The reasons for the decline of Rome are as intriguing as the factors contributing to its rise. In order to understand the causes of the collapse of the Roman Empire, it is essential to understand the confluence of circumstances and variables that contributed to its rise, for these are the same factors that were brought to such an excess that the Empire collapsed under its own weight. Ultimately, Rome's successful development of military might, political dominance and infrastructural innovation led to such an expansion of the Empire that it could not sustain its own mass. This development was driven largely by the egos of Rome's leaders, who believed Roman civilization was so superior that it was a gift to the world to have it spread as much as possible.
Military might was arguably the first key factor that enabled the Romans to build their empire. This was achieved through "cultivation of virtues conducive to military strength: unswerving loyalty, obedience, frugality and disregard for peril to life and limb" (Bonta, par. 6). These virtues were evident from the very beginning of the evolution of Rome. Roman history, from its inception, is replete with monumental wars and battles, most of which resulted in Rome's victory and dominance, thereby paving the way for geographic expansion and assimilation of weaker neighbors.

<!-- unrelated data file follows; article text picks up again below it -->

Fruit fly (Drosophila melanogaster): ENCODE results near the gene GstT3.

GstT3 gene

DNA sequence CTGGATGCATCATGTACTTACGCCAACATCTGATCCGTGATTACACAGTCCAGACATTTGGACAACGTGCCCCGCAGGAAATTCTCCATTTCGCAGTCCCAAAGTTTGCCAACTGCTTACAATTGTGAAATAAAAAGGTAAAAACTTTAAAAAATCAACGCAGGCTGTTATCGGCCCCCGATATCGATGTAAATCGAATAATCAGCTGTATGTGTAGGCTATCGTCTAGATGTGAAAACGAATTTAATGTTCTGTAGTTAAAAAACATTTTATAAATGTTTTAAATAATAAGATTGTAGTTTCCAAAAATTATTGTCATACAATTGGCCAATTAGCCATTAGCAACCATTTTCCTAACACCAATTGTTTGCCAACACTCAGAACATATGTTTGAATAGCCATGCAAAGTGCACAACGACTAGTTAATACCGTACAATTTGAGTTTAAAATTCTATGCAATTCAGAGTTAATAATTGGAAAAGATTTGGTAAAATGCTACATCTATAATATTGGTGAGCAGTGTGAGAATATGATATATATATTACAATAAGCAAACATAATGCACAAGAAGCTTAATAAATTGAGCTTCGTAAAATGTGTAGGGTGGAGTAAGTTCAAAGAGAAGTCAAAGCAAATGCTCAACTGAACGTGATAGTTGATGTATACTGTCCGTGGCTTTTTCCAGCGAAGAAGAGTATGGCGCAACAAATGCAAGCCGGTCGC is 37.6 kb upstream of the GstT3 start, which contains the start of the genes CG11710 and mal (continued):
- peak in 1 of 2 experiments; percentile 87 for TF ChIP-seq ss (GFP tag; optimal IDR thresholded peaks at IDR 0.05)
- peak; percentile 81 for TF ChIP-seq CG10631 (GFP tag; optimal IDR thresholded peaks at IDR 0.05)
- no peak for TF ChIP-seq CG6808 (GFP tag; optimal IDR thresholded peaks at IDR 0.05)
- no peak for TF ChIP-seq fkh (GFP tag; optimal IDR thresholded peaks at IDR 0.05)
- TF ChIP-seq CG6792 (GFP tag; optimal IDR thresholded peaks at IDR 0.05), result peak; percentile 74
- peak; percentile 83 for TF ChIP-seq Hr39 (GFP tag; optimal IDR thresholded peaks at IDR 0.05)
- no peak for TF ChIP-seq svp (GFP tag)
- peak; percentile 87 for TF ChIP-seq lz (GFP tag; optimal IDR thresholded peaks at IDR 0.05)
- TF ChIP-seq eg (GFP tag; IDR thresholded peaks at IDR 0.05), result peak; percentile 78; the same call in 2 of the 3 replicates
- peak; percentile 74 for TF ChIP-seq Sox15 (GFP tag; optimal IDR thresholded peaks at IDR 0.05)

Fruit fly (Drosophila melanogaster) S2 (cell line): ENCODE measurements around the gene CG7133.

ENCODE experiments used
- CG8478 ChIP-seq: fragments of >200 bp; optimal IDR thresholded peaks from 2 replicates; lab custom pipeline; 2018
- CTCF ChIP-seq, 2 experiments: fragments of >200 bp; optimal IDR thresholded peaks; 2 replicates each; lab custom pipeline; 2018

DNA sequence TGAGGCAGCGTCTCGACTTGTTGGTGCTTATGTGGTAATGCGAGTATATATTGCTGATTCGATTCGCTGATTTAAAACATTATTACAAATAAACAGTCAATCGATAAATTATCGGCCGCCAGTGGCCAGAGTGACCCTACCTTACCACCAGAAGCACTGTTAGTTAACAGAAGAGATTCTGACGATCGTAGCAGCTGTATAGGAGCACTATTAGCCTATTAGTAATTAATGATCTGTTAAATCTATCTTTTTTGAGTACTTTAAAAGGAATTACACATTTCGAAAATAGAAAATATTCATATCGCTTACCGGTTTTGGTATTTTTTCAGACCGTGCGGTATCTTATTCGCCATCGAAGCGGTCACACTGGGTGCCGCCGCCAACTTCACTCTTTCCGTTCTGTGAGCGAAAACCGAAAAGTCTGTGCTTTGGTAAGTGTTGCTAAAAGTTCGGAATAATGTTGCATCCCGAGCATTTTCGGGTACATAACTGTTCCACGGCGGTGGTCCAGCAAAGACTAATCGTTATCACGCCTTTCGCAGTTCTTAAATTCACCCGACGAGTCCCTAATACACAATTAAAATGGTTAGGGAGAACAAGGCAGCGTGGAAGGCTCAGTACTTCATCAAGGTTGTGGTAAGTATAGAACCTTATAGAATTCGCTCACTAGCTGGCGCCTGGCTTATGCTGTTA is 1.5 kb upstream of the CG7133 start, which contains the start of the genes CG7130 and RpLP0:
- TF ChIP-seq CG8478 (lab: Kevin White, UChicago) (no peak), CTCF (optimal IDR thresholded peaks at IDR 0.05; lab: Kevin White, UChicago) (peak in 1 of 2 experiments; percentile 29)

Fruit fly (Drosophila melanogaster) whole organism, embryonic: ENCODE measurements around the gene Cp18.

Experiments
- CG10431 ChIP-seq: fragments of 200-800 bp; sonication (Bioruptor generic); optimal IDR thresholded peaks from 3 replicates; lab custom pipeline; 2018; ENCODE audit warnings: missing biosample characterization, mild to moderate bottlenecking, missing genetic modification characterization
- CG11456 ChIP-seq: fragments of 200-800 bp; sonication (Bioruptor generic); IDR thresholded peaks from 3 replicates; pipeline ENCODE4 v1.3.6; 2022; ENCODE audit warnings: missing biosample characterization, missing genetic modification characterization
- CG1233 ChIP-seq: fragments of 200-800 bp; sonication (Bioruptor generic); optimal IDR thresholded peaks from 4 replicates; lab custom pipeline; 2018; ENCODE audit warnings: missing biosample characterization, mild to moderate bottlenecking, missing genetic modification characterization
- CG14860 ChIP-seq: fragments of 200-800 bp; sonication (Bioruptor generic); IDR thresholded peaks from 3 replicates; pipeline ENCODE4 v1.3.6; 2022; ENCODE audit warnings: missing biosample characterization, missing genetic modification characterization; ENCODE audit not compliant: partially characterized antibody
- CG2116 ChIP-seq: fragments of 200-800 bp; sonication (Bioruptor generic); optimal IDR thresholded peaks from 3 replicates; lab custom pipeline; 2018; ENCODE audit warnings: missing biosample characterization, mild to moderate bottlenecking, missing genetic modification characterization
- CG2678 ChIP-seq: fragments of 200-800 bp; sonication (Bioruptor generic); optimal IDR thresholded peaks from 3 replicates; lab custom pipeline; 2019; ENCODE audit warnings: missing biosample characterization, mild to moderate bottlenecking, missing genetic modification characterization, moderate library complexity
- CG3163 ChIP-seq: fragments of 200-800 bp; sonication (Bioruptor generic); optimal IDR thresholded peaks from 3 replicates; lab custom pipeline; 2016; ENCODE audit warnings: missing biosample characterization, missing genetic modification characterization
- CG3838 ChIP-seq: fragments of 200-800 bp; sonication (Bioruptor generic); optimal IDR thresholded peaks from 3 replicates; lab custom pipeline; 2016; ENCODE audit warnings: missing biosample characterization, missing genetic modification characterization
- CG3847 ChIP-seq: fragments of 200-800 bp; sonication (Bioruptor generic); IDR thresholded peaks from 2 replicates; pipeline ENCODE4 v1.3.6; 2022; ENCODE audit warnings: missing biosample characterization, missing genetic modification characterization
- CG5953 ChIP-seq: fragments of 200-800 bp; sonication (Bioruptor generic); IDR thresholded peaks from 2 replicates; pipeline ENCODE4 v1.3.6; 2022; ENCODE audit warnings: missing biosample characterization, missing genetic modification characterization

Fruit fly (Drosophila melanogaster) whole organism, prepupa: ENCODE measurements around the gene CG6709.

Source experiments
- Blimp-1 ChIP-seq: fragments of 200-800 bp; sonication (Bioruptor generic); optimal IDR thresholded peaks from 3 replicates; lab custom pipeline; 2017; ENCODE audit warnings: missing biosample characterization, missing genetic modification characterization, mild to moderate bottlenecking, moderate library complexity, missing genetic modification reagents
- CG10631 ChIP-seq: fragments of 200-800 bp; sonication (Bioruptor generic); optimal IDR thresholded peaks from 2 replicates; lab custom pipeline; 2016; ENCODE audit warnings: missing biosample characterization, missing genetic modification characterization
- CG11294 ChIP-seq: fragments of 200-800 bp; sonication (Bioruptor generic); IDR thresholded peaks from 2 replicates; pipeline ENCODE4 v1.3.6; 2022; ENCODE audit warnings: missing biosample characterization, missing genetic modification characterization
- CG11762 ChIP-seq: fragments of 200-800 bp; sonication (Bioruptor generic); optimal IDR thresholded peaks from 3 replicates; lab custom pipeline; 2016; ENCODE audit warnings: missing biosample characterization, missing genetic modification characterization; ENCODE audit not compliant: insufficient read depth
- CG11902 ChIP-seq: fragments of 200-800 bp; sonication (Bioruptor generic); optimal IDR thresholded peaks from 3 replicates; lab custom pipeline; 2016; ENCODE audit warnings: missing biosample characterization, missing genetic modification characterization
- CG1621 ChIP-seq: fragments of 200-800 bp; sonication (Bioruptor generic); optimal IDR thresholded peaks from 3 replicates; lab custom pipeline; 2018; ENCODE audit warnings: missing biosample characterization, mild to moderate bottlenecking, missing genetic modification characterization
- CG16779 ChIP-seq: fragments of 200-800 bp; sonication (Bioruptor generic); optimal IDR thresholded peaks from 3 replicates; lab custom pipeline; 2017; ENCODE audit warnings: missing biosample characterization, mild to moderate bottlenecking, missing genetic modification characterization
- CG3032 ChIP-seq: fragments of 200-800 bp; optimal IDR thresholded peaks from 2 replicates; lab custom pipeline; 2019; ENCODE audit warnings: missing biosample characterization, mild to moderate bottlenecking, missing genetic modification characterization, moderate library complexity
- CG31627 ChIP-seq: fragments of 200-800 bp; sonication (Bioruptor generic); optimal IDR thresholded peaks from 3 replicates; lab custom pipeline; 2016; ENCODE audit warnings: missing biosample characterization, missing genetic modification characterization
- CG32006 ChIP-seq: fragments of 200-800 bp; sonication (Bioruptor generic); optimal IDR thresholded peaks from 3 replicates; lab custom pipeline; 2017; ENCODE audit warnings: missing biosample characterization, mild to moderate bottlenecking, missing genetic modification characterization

Bonta maintains that "for the most part, Roman military history is a dreary catalog of one-sided battles with outmatched and poorly organized foes, of the destruction or absorption of entire nations into the expanding Roman state, and of almost superhuman resilience in rebounding from rare defeats that would have broken the back of any other people" (par. 8). Clearly the expansion of the Roman Empire would not have been possible had Rome not been militarily dominant. And yet, over-zealous military adventures eventually resulted in the destruction of Rome.
Rome's political structures were cutting edge and in many ways ahead of their time. They vested real power in the hands of the people in a way that had rarely if ever been seen before; and did so in a way that struck a nearly perfect balance between stability and liberty (Bonta, par. 10). Rome "discovered a formula for limiting the power of government by dividing it among several different magistrates and elected bodies" and also "developed a code of written laws that defined and protected the rights of Roman citizens" (par. 10). These developments regarding separation of powers and personal liberty planted the seeds of political thought that served as the foundation of modern Western-style democracies.
Roman citizens were genuinely empowered. They enjoyed an unprecedented degree of liberty that was protected by law, and had a hand in electing their government representatives. The satisfaction of common citizens with their representation in the government was a very important factor that led to the stability of the state. The masses, as a whole, felt politically content and this was a critical factor enabling the empire to evolve. Essentially, by giving people a stake in their political system, Rome ensured that it would not have to be distracted by the need to quell internal discontent, and could instead focus on external expansion.
The problem for Rome was that these same political privileges were not afforded to many of those